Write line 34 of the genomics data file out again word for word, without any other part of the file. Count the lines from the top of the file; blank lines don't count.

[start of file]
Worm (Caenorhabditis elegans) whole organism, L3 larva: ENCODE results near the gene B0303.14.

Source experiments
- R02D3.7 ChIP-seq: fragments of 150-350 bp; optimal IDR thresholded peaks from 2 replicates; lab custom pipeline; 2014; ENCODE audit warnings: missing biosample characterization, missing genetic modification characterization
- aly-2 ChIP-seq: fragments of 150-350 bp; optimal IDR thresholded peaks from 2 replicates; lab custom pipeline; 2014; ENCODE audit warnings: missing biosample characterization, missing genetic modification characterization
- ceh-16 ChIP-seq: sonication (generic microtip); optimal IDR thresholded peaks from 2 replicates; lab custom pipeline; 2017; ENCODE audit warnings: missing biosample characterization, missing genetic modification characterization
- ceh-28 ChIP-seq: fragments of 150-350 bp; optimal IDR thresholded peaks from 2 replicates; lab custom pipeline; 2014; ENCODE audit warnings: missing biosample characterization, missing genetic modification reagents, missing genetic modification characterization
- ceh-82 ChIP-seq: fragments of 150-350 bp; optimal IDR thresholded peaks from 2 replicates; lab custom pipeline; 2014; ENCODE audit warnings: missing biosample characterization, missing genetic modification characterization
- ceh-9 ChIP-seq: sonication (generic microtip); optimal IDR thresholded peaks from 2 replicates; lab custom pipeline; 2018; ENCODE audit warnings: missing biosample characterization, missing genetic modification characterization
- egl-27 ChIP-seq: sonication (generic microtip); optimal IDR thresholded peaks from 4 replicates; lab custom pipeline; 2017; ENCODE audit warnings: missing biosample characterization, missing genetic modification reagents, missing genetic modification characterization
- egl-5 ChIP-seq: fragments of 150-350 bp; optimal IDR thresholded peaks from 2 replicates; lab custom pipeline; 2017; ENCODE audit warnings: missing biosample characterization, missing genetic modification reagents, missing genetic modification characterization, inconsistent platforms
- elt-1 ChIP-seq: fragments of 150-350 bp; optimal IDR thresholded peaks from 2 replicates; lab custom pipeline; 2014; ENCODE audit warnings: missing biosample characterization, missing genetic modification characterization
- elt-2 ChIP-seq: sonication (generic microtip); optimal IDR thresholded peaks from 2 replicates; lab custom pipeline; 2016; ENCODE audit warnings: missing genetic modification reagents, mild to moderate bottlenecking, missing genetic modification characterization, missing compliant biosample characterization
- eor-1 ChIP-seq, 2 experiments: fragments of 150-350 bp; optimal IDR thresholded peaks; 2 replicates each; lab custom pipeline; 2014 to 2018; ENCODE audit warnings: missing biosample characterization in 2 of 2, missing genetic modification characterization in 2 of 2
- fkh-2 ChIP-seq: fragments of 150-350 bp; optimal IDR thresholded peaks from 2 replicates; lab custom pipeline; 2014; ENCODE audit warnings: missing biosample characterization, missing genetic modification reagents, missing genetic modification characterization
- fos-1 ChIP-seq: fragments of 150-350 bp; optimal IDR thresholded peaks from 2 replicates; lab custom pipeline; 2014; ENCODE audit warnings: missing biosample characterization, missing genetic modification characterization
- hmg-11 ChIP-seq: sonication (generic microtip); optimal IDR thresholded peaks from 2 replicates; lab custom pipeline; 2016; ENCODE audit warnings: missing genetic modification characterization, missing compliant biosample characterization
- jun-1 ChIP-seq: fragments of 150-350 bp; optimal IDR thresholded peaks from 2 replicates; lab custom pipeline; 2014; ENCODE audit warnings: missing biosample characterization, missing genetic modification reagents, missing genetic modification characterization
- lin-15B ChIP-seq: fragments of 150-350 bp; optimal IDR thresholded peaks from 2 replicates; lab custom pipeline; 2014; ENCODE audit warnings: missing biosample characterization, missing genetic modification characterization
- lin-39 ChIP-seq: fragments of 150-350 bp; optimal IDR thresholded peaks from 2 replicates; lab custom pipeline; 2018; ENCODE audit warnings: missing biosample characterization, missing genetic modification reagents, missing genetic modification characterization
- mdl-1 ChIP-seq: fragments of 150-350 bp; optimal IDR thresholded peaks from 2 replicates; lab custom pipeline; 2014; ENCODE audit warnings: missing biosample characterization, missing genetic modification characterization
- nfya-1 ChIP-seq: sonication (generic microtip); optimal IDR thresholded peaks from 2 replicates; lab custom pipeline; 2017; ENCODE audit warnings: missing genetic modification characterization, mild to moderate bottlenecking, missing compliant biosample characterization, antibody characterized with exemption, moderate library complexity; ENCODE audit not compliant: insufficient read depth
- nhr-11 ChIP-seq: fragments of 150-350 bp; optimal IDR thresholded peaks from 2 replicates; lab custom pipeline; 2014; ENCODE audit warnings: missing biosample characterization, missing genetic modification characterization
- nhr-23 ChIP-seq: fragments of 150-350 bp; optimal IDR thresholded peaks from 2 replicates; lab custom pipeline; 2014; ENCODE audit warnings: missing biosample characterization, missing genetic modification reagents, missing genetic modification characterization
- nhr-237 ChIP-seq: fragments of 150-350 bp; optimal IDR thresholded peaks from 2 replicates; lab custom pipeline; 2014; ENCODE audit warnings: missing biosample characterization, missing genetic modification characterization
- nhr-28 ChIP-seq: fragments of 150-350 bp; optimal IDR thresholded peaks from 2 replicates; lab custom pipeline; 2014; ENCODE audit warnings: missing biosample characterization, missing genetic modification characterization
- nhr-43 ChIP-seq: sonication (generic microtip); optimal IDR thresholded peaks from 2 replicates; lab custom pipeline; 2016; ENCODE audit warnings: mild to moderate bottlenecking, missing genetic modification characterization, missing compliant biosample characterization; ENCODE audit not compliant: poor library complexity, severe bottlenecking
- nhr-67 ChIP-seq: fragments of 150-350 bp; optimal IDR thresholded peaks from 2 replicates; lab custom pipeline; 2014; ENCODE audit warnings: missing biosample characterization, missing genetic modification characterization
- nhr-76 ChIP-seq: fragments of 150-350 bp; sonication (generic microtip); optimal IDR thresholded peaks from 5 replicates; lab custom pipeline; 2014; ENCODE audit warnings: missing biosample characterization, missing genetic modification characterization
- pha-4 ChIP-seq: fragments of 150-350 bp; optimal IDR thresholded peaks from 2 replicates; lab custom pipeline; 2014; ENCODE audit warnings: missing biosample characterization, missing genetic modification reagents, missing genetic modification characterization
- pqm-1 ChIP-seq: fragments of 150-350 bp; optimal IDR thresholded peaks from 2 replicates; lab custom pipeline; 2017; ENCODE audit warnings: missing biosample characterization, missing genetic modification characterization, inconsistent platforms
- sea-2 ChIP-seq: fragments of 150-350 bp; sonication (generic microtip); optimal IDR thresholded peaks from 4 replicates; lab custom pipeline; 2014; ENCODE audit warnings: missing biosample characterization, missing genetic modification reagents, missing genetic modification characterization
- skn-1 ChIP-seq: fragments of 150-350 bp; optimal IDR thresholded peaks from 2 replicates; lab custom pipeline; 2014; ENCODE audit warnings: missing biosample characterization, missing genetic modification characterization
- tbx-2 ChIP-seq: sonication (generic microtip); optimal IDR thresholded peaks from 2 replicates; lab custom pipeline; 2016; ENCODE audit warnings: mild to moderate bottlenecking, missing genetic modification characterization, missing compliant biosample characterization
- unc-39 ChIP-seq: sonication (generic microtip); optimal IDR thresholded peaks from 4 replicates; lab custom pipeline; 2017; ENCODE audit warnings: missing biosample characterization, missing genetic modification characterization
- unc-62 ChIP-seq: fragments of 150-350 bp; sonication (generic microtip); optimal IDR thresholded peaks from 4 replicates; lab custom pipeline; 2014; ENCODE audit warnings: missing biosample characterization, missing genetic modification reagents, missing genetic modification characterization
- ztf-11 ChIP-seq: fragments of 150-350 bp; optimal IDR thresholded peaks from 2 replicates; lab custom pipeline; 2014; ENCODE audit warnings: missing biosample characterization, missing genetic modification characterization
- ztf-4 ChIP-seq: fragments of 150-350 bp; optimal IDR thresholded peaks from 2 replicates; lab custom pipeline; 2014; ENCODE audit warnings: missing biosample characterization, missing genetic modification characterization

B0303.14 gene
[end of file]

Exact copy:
- unc-39 ChIP-seq: sonication (generic microtip); optimal IDR thresholded peaks from 4 replicates; lab custom pipeline; 2017; ENCODE audit warnings: missing biosample characterization, missing genetic modification characterization